The State Department is warning of a new type of malware it says a Chinese state-sponsored hacking group has been trying to insert into the computer systems of critical infrastructure across the United States, including Guam.
The presence of the suspicious computer code was announced Wednesday by Microsoft in a warning it issued to private sector users of its software. The U.S. territory of Guam is the location of a critical Marine base that would respond to China if it attacked Taiwan.
The National Security Agency also issued an alert to electrical utilities, nuclear power stations, water systems, railways and other key sectors that could be vulnerable.
“The U.S. intelligence community assesses that China almost certainly is capable of launching cyberattacks that can disrupt critical infrastructure services within the United States,” State Department spokesman Matt Miller told reporters Thursday. “It’s vital for government network defenders in the public to stay vigilant.”
The news comes as U.S. and Chinese officials are holding their first Cabinet-level meetings in Washington during the Biden administration, with Commerce Secretary Gina Raimondo meeting with her counterpart, Chinese Commerce Minister Wang Wentao. U.S. officials said that the two had “candid and substantive discussions” Thursday and that Raimondo "raised concerns" about recent government actions against U.S. companies operating in China.
U.S. Trade Representative Katherine Tai was also scheduled to meet with Wang. They will both also attend a meeting of the Asia Pacific Economic Cooperation forum, commonly known as APEC, in Detroit on Friday and Saturday along with ministers from other countries in those regions.
Asked whether the new malware could affect the economic talks, Miller said, “We do intend to use our conversations with the Chinese government to press on areas where we have concerns.”
Before leaving a summit of leading industrial nations in Japan on Sunday, President Joe Biden expressed optimism that the U.S. and China would soon be able to improve bilateral relations. Tensions heightened after the U.S. shot down a Chinese spy balloon in early February off the South Carolina coast after it crossed the country from Montana to the Atlantic coast.
China has maintained it was a weather balloon that had blown off course, repeating that claim most recently in meetings national security adviser Jake Sullivan held with Chinese Foreign Minister Qin Gang two weeks ago in Vienna. China had earlier halted regular military communications with the Pentagon to protest then-House Speaker Nancy Pelosi’s trip to Taiwan last September.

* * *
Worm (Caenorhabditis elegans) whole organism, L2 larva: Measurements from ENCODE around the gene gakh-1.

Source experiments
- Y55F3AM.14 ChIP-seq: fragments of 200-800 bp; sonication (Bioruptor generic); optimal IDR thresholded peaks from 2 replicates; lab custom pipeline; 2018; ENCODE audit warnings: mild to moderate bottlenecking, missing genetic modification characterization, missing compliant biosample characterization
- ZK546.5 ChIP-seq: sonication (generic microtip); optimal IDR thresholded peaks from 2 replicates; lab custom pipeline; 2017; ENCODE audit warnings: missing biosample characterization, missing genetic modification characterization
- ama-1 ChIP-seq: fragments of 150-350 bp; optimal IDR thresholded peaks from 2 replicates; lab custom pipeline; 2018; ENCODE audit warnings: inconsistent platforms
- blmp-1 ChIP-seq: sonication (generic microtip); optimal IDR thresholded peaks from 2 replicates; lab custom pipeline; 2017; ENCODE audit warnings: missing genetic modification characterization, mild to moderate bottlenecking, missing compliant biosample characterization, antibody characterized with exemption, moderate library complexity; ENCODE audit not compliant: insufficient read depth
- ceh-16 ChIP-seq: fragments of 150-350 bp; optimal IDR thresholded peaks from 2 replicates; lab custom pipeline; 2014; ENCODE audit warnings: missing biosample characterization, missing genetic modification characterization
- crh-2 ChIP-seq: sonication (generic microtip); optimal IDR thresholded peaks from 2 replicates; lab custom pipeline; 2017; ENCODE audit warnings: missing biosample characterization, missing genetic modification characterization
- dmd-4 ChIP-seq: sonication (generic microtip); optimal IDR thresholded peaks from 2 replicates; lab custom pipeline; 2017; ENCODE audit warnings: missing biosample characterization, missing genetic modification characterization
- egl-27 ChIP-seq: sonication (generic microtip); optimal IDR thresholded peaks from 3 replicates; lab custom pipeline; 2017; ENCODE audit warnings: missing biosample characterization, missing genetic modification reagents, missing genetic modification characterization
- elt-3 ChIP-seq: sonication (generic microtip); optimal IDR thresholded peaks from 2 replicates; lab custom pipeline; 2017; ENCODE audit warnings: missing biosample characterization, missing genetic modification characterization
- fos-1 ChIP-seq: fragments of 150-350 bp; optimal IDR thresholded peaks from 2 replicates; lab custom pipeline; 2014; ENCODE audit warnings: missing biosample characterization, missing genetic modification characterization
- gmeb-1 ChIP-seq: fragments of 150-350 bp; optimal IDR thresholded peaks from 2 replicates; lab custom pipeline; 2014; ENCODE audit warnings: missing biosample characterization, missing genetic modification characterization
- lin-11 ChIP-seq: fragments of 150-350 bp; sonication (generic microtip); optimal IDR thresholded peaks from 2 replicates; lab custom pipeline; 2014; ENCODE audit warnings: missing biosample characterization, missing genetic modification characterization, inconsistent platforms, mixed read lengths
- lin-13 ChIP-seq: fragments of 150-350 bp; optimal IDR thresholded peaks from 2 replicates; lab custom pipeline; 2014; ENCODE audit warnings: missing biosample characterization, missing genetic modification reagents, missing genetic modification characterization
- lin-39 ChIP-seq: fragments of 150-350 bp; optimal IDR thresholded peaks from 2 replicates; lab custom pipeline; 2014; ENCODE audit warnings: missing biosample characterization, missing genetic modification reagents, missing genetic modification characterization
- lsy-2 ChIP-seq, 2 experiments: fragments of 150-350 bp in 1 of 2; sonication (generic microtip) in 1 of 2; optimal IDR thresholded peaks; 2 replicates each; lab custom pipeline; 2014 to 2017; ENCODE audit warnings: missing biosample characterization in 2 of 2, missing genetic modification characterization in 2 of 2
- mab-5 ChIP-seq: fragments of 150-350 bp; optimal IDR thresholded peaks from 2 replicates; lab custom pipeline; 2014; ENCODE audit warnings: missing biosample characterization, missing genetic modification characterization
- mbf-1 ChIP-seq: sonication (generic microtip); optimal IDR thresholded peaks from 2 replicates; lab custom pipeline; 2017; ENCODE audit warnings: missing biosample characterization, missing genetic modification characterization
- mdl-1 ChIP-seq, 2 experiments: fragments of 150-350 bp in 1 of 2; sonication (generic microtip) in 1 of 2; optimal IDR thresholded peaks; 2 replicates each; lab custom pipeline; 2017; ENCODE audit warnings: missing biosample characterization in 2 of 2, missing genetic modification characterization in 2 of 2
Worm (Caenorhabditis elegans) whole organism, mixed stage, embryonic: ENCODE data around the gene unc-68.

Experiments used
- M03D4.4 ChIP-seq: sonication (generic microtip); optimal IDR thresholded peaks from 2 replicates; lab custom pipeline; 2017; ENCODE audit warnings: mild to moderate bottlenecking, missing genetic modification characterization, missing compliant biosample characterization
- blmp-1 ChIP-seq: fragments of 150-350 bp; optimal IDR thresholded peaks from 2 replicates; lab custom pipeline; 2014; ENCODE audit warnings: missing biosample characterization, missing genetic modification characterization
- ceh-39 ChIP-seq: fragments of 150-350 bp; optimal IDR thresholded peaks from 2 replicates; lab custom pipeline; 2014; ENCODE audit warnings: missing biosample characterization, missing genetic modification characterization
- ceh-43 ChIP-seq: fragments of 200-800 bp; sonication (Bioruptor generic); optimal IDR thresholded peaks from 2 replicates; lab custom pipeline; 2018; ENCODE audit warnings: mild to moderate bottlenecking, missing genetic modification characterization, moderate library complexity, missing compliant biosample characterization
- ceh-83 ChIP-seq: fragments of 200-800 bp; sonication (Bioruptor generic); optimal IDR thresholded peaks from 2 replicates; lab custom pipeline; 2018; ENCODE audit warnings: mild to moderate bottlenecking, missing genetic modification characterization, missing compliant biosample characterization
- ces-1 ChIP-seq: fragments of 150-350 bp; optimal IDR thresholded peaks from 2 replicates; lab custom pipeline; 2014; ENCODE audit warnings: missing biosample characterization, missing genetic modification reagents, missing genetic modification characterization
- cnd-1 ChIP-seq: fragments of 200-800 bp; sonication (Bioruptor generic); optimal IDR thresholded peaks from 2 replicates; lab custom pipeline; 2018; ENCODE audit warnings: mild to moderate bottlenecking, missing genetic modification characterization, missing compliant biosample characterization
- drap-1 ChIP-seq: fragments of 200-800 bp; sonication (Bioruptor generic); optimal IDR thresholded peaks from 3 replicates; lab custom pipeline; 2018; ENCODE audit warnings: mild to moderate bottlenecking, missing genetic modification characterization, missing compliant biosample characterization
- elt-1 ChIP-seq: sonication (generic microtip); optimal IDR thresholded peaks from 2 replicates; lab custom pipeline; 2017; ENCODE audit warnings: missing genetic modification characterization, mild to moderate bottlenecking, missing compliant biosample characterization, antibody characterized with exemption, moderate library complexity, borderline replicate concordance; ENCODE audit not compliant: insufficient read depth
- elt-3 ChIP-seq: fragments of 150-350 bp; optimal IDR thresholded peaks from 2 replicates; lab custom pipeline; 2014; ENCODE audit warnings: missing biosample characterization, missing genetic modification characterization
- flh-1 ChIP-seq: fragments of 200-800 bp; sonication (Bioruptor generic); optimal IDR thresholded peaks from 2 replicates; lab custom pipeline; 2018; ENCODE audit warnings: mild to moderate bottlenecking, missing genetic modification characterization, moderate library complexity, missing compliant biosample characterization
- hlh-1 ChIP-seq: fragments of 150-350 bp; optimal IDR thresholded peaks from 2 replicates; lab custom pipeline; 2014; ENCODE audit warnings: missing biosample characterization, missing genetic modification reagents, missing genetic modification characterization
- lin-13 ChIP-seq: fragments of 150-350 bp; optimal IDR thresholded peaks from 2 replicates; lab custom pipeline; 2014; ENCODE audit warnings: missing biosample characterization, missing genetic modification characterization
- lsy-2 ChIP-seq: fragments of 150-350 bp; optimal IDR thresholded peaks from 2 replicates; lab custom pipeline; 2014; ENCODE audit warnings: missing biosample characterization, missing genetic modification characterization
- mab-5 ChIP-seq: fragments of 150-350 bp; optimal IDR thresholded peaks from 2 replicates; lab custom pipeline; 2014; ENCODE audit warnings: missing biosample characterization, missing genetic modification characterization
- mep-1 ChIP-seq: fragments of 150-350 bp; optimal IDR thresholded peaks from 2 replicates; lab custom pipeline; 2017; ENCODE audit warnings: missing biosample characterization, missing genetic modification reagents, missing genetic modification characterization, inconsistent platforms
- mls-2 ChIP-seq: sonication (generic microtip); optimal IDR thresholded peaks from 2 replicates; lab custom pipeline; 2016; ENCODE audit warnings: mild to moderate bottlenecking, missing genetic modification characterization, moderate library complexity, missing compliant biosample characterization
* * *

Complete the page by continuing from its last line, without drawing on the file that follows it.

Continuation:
A senior U.S. official told NBC News that the two meetings with the Chinese officials in Washington could bolster Biden’s push for a diplomatic thaw between the two countries. The official suggested that a trip to China by Secretary of State Antony Blinken that was canceled after the balloon was shot down could be rescheduled by August, as well as visits by Treasury Secretary Janet Yellen, Raimondo and climate envoy John Kerry.
But China’s Foreign Ministry reacted harshly to the hacking accusation Thursday, accusing the U.S. of working with its allies to launch a coordinated disinformation campaign.
“We noted this extremely unprofessional report, a patchwork with a broken chain of evidence,” ministry spokesperson Mao Ning said. “We also noted that the U.S. National Security Agency and the cybersecurity agencies of the U.K., Australia, Canada and New Zealand, almost simultaneously issued similar reports.”
Another negative signal came when China’s newly appointed ambassador to the U.S., Xie Feng, said on arrival Tuesday that “the relationship is faced with serious difficulties and challenges.”
On Thursday, Feng met with Victoria Nuland, undersecretary of state for political affairs, at the State Department. Nuland tweeted a photograph of herself shaking hands with the new Chinese envoy and tried to strike an optimistic note about easing tensions, writing, “Open dialogue is critical to managing our relationship.”